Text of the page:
There were always warning signs but you were blinded by hope and and thoughts like, ‘Maybe this time it’ll be different’. You chose to stay inside a burning building until the smoke became too thick to clear and the foundation began to crack. But now it was time to get yourself out.
No one tells you, though, that trying to move on is a kind of death that you inflict upon yourself. People always make it sound so easy, as if by emptying the stuff in your house, you can empty yourself of the love you still feel.
The memories you have like to coddle you. Laughter and late nights drunk on the feeling of being young and infatuated. They deposited in you the way sand deposits onto wet summer skin. They stick on you in the most unconventional places, underneath fingernails and knobby knees. But you let them stay because it reminds you of how you were once in the water and the sun was beating on your neck.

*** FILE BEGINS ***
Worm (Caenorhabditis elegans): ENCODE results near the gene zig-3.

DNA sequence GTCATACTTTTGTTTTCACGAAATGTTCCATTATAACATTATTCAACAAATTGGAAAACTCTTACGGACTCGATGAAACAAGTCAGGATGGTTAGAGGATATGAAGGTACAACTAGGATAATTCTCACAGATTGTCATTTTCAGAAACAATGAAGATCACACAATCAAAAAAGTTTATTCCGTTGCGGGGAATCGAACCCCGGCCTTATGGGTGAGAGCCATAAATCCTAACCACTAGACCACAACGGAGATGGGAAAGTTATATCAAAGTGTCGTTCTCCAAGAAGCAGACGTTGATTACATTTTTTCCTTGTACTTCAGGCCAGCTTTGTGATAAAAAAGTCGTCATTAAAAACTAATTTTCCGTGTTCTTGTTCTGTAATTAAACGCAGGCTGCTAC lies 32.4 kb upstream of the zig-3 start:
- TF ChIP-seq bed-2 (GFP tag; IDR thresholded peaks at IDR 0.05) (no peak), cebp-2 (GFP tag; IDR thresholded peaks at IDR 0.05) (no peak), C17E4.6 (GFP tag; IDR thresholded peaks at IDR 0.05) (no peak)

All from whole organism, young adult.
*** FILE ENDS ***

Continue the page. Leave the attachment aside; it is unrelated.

You now know that was how you ruin yourself.
Before the word us turned into something singular, everything had already changed. You look back, really look back, and you see that he is not the same. And neither are you. So you release the fists clenching onto the past and you take off your rose-colored glasses.
You used to mistake the silhouette on the wall for yourself. Used to think of yourself as a stray cat scratching on his door, waiting to be let in again. Not anymore.
It takes time for you to realize that your life with him is not juxtaposed. It’s not as simple as a before and after. He is just a detour on your journey. The destination is still there, waiting for you.
When you finally let go, it is like opening your front door and seeing yourself standing there again.
Welcome home, it’s been so long.
— Tina Tran, The art of letting go